Pediatric eye conditions’ impact on reading speed
Research at the Retina Foundation of the Southwest has shown that children with the most common form of visual impairment in one eye —amblyopia (lazy eye)—may read slowly, even though they have good vision in the other eye. We are currently investigating why children with lazy eye read slowly by assessing their eye movements as they read with one or both eyes.
Pediatric eye conditions’ impact on fine motor skills
Children with a pediatric eye condition may struggle with developing fine motor skills. Learning in the first few years of school depends on fine motor ability, such as manipulating objects to learn how to count or to learn words. A child’s visual impairment may interfere with academic learning and with their ability to complete tasks necessary for sports such as tying the shoelaces, correctly gripping a ball or racket, or aiming accurately when throwing. We are currently studying why children with pediatric eye conditions have fine motor impairments by tracking the movements of the hands and the eyes as they reach out to touch and grasp objects.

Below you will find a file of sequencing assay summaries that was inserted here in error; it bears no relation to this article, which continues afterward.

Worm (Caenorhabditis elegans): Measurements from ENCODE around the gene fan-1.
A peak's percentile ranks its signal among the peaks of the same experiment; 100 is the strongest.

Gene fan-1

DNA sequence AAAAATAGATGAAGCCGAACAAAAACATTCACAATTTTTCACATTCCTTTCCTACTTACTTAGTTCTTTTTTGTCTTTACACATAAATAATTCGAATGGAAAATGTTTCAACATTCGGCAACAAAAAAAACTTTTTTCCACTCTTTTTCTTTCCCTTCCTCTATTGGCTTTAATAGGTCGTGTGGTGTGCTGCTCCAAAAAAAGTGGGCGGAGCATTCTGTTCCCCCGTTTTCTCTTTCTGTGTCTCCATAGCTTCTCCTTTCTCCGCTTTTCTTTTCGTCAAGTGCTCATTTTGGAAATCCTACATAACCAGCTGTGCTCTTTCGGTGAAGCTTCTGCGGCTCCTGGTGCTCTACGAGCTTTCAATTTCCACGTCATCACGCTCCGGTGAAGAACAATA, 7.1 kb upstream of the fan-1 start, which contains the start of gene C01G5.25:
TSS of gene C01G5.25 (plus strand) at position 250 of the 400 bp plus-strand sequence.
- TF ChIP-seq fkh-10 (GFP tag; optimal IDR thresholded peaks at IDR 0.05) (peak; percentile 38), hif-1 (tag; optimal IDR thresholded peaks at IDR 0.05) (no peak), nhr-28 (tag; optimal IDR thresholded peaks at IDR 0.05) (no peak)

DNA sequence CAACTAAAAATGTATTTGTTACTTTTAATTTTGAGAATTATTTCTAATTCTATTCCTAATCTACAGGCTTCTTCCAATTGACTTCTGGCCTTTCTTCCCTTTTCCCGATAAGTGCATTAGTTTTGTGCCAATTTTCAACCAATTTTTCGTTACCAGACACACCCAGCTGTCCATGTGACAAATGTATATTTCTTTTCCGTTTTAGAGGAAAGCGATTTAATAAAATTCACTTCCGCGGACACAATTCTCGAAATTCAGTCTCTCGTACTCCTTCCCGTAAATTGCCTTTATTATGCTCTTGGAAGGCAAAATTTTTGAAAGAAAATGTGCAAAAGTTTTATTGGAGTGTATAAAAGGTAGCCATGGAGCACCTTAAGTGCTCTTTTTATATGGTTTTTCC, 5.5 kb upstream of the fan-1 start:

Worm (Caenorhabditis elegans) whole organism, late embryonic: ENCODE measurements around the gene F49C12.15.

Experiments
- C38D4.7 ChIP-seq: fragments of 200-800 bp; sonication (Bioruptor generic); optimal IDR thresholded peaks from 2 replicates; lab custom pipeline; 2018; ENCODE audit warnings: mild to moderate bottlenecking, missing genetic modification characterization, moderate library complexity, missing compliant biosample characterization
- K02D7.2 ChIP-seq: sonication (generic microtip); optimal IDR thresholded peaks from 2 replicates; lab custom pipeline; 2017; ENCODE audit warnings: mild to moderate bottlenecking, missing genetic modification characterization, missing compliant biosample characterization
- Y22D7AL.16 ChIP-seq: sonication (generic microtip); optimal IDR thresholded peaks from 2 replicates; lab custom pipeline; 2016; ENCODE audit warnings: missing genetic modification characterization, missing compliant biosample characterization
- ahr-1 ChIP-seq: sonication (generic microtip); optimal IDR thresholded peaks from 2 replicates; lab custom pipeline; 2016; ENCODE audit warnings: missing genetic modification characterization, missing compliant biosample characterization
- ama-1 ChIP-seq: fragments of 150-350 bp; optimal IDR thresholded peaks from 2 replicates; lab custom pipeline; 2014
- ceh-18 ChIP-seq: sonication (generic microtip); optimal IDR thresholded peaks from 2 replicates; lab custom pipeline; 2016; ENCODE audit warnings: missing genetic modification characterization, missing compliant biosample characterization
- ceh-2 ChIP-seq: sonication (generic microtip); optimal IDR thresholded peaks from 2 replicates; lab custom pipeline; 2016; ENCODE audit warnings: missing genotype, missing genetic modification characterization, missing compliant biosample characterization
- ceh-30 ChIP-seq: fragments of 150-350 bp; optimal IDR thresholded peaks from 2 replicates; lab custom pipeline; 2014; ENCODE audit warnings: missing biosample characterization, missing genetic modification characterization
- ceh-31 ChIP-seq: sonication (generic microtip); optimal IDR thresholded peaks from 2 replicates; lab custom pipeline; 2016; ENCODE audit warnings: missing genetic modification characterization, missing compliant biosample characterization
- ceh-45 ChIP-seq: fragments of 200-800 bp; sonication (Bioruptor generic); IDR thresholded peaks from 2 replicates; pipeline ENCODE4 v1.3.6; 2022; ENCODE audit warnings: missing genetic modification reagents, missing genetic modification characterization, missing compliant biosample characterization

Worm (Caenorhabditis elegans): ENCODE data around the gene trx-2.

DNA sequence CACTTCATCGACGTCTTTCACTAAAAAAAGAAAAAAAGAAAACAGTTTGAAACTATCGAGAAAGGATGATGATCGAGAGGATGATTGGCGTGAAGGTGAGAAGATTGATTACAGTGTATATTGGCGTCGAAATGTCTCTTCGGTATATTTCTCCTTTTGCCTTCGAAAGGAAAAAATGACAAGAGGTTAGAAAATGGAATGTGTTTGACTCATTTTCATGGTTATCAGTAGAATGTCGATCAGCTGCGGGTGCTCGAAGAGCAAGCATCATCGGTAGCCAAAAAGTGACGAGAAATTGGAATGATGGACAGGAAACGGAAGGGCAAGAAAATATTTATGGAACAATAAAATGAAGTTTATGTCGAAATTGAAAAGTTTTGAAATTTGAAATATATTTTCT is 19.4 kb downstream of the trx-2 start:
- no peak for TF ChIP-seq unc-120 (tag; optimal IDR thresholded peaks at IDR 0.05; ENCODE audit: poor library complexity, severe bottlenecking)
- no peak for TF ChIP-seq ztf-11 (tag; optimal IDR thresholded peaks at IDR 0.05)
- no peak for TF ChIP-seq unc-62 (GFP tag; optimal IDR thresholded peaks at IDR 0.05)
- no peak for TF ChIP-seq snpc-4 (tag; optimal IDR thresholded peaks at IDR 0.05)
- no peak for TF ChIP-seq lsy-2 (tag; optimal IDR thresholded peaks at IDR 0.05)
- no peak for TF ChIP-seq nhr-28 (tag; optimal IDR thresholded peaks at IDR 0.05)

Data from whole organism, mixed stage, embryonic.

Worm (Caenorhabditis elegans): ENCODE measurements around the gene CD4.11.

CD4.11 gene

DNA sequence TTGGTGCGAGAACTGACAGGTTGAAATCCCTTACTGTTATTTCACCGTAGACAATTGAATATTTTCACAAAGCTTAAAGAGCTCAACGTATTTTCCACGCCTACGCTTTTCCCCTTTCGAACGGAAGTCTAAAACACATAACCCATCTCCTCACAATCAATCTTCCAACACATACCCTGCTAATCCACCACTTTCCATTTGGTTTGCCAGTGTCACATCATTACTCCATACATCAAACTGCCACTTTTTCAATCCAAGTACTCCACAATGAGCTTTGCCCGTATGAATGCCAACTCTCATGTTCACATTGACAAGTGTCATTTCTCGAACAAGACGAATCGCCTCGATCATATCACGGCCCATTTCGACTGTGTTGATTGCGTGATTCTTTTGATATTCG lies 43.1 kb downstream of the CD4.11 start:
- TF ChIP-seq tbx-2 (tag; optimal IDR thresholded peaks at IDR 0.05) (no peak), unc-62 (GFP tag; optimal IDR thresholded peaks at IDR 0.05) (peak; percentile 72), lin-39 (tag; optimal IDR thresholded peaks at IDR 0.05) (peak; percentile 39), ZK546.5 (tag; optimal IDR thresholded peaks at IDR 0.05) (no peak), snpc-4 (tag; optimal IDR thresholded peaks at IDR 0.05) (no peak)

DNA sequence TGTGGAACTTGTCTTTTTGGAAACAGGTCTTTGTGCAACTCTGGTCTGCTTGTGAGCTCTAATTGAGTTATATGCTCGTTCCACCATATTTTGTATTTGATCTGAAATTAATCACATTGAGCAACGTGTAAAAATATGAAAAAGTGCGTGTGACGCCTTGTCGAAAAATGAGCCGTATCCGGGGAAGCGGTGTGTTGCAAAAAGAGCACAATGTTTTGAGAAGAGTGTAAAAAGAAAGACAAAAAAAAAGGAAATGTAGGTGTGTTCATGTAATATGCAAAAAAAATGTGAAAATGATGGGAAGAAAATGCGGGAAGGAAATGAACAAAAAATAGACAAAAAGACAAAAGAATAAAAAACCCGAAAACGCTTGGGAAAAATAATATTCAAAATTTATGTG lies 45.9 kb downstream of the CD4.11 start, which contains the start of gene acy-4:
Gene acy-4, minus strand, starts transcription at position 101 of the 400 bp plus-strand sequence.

Pediatric eye conditions’ impact on self-perception
Using the Harter Self-Perception Profile Questionnaire for Children, research at the Retina Foundation of the Southwest found that 3rd to 8th graders with lazy eye perceive themselves as having less scholastic, social, and athletic competence. Our reading and motor skills studies confirmed the validity of these perceptions because they have measurable deficits that are related to their self-perception. Additional studies are being conducted to learn more about how younger children with a pediatric eye condition perceive themselves.
Pediatric eye conditions’ impact on quality of life
We are development new questionnaires to assess how pediatric eye conditions affect children’s visual function and their quality of life of children.
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